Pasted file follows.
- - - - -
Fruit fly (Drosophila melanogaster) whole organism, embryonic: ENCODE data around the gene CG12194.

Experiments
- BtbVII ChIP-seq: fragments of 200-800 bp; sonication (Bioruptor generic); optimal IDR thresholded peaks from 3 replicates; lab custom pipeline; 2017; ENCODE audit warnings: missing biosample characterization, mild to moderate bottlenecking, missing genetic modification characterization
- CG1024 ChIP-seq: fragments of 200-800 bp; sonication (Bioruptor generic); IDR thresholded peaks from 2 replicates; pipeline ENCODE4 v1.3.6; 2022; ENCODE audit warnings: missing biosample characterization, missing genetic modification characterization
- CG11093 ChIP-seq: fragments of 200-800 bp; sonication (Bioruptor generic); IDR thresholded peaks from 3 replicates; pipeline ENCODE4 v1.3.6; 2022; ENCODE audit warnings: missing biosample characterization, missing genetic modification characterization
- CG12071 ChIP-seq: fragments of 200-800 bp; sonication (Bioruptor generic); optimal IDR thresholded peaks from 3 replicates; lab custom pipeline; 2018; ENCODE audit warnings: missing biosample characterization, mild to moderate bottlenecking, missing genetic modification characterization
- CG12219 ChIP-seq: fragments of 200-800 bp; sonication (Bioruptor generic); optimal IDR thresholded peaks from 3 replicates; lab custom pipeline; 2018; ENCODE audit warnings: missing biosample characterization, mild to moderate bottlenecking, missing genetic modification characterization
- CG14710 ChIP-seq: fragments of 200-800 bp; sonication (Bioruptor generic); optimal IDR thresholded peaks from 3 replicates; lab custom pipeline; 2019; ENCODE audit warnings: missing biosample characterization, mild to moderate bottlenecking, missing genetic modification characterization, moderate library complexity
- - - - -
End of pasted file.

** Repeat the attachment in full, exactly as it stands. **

Fruit fly (Drosophila melanogaster) whole organism, embryonic: ENCODE data around the gene CG12194.

Experiments
- BtbVII ChIP-seq: fragments of 200-800 bp; sonication (Bioruptor generic); optimal IDR thresholded peaks from 3 replicates; lab custom pipeline; 2017; ENCODE audit warnings: missing biosample characterization, mild to moderate bottlenecking, missing genetic modification characterization
- CG1024 ChIP-seq: fragments of 200-800 bp; sonication (Bioruptor generic); IDR thresholded peaks from 2 replicates; pipeline ENCODE4 v1.3.6; 2022; ENCODE audit warnings: missing biosample characterization, missing genetic modification characterization
- CG11093 ChIP-seq: fragments of 200-800 bp; sonication (Bioruptor generic); IDR thresholded peaks from 3 replicates; pipeline ENCODE4 v1.3.6; 2022; ENCODE audit warnings: missing biosample characterization, missing genetic modification characterization
- CG12071 ChIP-seq: fragments of 200-800 bp; sonication (Bioruptor generic); optimal IDR thresholded peaks from 3 replicates; lab custom pipeline; 2018; ENCODE audit warnings: missing biosample characterization, mild to moderate bottlenecking, missing genetic modification characterization
- CG12219 ChIP-seq: fragments of 200-800 bp; sonication (Bioruptor generic); optimal IDR thresholded peaks from 3 replicates; lab custom pipeline; 2018; ENCODE audit warnings: missing biosample characterization, mild to moderate bottlenecking, missing genetic modification characterization
- CG14710 ChIP-seq: fragments of 200-800 bp; sonication (Bioruptor generic); optimal IDR thresholded peaks from 3 replicates; lab custom pipeline; 2019; ENCODE audit warnings: missing biosample characterization, mild to moderate bottlenecking, missing genetic modification characterization, moderate library complexity